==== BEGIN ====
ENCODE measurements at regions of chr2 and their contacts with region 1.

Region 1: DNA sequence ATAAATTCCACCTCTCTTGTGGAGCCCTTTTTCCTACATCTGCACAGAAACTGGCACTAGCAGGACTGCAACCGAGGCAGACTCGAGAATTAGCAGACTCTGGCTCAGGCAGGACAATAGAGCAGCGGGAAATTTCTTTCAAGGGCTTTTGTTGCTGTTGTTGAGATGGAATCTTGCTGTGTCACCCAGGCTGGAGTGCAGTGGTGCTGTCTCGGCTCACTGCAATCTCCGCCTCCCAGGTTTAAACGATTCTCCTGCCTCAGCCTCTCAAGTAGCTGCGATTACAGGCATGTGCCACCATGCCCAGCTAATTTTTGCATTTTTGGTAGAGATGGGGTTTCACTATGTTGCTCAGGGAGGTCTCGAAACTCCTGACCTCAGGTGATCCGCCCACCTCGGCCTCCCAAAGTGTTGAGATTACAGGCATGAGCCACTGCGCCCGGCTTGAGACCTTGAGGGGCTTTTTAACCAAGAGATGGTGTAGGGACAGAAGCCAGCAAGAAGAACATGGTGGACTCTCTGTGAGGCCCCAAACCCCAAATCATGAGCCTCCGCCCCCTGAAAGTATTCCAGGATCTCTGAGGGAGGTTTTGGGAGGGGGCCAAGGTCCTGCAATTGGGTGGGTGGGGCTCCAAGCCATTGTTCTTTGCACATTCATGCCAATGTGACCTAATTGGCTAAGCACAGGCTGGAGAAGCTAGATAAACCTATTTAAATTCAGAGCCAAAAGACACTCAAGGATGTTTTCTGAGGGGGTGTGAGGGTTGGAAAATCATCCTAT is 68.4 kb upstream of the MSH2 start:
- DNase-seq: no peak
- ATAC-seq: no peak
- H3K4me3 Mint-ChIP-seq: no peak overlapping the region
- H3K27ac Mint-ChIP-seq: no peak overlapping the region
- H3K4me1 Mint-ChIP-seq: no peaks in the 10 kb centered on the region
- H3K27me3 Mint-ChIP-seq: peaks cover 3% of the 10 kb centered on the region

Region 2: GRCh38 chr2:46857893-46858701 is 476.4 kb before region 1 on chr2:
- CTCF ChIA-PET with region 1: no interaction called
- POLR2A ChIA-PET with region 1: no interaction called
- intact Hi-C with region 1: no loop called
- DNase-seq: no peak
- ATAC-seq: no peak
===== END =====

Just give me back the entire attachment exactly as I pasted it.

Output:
ENCODE measurements at regions of chr2 and their contacts with region 1.

Region 1: DNA sequence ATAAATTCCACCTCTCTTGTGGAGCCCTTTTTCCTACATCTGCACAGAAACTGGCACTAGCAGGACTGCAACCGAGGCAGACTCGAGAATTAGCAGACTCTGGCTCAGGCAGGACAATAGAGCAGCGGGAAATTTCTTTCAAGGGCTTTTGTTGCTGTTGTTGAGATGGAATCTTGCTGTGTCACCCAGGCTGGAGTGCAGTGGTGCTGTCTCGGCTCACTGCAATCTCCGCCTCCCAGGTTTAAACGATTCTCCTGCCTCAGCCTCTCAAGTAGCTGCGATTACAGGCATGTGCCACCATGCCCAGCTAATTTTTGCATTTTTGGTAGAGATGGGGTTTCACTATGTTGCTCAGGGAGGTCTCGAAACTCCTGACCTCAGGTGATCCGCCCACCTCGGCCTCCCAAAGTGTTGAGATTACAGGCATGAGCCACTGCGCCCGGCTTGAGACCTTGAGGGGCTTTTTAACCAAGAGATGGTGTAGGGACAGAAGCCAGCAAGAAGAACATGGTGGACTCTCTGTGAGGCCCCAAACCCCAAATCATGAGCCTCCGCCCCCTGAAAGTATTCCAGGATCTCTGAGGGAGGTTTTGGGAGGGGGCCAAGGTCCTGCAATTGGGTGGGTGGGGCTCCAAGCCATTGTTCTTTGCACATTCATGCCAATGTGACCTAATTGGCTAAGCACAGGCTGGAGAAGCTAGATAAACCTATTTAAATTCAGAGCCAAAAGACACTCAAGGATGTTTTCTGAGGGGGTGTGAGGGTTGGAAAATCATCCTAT is 68.4 kb upstream of the MSH2 start:
- DNase-seq: no peak
- ATAC-seq: no peak
- H3K4me3 Mint-ChIP-seq: no peak overlapping the region
- H3K27ac Mint-ChIP-seq: no peak overlapping the region
- H3K4me1 Mint-ChIP-seq: no peaks in the 10 kb centered on the region
- H3K27me3 Mint-ChIP-seq: peaks cover 3% of the 10 kb centered on the region

Region 2: GRCh38 chr2:46857893-46858701 is 476.4 kb before region 1 on chr2:
- CTCF ChIA-PET with region 1: no interaction called
- POLR2A ChIA-PET with region 1: no interaction called
- intact Hi-C with region 1: no loop called
- DNase-seq: no peak
- ATAC-seq: no peak